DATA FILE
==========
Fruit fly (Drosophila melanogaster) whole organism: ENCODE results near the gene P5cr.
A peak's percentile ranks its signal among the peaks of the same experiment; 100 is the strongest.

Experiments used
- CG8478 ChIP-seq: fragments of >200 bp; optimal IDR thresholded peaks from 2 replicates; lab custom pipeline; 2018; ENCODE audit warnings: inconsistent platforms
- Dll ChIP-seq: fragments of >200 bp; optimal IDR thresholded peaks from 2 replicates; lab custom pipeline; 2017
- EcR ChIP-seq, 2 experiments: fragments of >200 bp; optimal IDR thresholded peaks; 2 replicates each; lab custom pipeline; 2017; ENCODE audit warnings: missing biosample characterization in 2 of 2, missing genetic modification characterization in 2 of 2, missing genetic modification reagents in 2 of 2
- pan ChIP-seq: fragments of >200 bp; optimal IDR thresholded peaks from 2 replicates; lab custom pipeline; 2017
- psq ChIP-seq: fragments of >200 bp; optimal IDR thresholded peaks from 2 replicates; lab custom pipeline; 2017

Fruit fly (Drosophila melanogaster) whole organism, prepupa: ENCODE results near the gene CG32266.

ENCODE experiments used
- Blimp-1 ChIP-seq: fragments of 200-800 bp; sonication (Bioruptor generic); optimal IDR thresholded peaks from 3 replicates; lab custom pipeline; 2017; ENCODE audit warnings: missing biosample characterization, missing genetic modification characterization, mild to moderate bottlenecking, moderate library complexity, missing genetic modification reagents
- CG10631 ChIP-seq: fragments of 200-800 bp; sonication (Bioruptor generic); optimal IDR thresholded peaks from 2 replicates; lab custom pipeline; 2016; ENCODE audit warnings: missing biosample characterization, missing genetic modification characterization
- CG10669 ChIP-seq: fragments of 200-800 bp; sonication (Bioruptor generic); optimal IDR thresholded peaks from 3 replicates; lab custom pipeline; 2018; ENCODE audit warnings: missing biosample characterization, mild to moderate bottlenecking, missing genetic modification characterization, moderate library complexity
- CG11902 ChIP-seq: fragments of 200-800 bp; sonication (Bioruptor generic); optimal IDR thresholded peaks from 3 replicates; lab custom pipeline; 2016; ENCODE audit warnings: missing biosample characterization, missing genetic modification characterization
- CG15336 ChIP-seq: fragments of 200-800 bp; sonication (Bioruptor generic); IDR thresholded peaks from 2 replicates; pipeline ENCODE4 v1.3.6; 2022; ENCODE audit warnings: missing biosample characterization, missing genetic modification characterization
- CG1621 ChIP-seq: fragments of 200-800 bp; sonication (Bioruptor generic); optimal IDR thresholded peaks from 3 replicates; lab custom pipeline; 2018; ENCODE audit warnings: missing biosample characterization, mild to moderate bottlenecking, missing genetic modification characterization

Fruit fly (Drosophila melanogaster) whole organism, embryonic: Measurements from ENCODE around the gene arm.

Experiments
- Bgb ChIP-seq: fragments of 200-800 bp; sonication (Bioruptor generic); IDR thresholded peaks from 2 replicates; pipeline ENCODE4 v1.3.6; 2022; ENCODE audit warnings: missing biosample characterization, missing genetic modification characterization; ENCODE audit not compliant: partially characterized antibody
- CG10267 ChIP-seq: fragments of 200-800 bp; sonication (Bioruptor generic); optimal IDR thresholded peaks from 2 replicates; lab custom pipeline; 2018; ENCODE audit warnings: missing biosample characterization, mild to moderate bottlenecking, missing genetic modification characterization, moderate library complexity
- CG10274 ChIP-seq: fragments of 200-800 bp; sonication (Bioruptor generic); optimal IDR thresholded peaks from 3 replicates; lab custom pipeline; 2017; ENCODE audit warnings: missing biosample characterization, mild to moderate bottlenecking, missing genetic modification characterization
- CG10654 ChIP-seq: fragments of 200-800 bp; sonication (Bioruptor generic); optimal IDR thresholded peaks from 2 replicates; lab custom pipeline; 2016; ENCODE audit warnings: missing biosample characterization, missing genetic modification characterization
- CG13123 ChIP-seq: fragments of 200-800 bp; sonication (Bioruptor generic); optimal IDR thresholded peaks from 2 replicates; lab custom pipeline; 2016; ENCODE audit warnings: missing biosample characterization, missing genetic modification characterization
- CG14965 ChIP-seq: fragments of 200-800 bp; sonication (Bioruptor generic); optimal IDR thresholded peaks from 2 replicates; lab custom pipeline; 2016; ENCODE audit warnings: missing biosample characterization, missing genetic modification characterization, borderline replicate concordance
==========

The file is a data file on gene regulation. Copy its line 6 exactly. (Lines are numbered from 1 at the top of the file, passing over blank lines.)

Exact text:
- EcR ChIP-seq, 2 experiments: fragments of >200 bp; optimal IDR thresholded peaks; 2 replicates each; lab custom pipeline; 2017; ENCODE audit warnings: missing biosample characterization in 2 of 2, missing genetic modification characterization in 2 of 2, missing genetic modification reagents in 2 of 2